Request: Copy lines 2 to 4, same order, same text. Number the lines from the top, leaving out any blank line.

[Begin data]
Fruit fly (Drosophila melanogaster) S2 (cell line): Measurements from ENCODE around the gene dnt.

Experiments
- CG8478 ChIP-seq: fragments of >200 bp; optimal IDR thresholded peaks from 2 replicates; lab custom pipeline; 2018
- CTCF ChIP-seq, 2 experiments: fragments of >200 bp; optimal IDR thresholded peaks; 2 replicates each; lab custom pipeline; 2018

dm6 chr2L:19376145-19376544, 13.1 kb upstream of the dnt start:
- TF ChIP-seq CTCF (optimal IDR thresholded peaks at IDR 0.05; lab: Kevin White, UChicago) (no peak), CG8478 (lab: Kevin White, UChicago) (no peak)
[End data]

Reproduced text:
Experiments
- CG8478 ChIP-seq: fragments of >200 bp; optimal IDR thresholded peaks from 2 replicates; lab custom pipeline; 2018
- CTCF ChIP-seq, 2 experiments: fragments of >200 bp; optimal IDR thresholded peaks; 2 replicates each; lab custom pipeline; 2018